Bottom line: You’re wrong.

35 Warren June 1, 2011 at 4:56 pm

hehe, health insurance,. I love being canadian

36 Matt June 1, 2011 at 5:04 pm

You can also get insurance through a trade association, if you’re a member. I’m thinking of dumping my insurance and going with a health sharing group for ethical reasons.

37 Peter V June 1, 2011 at 5:15 pm

While not for everyone, another alternative to health insurance (besides being Canadian) is a medical expense sharing program such as Samaritan or Medi-Share. Technically not insurance, these plans have your medical bills reimbursed (usually after you’ve paid out of pocket) directly by other members. Instead of paying a premium, you send your monthly check to whoever the program tells you needs it that month. They tend to cost a lot less than insurance, and have the added benefit of a personal touch (e.g. when people send you money they pray for you). Most of them are religiously affiliated.

38 Will June 1, 2011 at 6:14 pm

Great article! This is exactly what I needed right now. Funny little synchronicity. Thanks a lot guys!

39 Blake June 1, 2011 at 6:41 pm

Thanks a lot for posting this. It really clears up a lot of gray area in health care.

40 Pete Ness June 1, 2011 at 8:03 pm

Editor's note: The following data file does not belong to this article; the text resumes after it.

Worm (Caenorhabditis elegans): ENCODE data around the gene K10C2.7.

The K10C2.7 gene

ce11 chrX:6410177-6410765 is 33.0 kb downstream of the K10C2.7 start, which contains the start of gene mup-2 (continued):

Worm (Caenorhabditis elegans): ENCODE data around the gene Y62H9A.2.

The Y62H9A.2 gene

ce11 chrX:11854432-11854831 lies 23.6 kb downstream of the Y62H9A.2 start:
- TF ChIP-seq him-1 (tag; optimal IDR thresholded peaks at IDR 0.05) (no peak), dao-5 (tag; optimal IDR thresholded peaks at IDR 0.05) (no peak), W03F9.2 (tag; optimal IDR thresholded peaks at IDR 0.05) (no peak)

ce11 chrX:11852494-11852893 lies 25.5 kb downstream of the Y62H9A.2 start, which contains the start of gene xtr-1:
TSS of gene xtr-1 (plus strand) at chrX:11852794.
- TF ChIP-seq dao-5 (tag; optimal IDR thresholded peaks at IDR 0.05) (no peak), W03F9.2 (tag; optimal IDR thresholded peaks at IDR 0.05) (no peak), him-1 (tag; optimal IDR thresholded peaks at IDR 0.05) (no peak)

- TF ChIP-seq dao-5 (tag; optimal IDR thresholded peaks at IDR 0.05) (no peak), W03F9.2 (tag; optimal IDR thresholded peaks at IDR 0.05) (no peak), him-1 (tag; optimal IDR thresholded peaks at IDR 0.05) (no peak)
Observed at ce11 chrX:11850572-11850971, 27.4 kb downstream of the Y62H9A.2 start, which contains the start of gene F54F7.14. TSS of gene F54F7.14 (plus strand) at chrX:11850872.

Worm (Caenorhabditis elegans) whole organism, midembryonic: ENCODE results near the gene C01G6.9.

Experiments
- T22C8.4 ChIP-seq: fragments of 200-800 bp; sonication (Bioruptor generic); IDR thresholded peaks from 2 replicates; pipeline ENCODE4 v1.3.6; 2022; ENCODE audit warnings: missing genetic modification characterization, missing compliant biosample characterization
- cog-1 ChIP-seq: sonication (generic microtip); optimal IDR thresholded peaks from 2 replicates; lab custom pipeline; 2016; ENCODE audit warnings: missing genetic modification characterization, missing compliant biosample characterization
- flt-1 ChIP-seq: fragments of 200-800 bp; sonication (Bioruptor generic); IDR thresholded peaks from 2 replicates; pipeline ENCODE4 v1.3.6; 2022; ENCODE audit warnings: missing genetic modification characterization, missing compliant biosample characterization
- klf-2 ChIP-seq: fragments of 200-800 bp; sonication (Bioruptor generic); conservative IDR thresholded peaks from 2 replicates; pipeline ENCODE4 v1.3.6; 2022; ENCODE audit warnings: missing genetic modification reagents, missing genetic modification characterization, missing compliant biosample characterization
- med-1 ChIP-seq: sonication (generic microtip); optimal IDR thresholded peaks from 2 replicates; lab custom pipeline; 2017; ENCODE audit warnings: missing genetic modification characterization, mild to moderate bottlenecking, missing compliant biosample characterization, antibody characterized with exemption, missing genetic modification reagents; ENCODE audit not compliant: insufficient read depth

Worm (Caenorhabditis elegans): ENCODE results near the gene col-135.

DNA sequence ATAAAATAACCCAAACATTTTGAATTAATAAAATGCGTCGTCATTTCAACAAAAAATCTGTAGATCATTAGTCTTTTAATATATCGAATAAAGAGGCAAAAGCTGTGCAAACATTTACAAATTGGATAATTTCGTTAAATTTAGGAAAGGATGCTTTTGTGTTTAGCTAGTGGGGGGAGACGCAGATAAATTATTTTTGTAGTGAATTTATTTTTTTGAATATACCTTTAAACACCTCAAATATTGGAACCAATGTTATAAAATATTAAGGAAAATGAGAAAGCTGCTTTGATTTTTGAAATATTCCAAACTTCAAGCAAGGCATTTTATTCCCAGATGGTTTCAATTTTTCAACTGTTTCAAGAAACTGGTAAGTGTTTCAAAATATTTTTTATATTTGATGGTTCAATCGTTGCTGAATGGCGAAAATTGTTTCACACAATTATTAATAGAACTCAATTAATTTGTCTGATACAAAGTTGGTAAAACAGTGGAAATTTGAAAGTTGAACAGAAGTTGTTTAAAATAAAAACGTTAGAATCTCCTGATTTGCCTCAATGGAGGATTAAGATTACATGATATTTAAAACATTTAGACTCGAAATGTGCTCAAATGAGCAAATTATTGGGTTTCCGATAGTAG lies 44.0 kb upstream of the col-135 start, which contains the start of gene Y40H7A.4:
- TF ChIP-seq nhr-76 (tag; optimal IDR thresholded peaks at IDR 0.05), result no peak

JB, if there’s a Jackass here. it’s you. You state that you make your living in the health area, so it comes as no surprise you try to perpetuate the myths about Canadian health care that Republicans and the American health insurance companies propagate. Health care has always been available when I’ve needed it in Canada, and I’ve had to use it a lot. I’ve had dialysis in both Canada and the U.S., and I had never even heard of reusing dialyzers (the filter) until I dialyzed in Florida. New dialyzers are always used in Canadian hospitals and dialysis units. We may pay higher taxes, but in Quebec, I pay no premiums, have no deductible, no limits, no issues with pre-existing conditions and merely show my card (looks like a credit card) when I need medical services. I’m going to the hospital tomorrow to have cortisone shots in my knees, and I don’t need an insurance adjuster to approve it, which is often the case with your health insurance coverage. Sure, we have a shortage of doctors in some rural areas and certain fields of practice, but I’ve seen events in the States where thousands of people show up for free medical care. We lose a lot of our doctors to the States, since you pay twice as much per patient in your system, but a lot come back after seeing the malpractice premiums, and dealing with your insurance companies.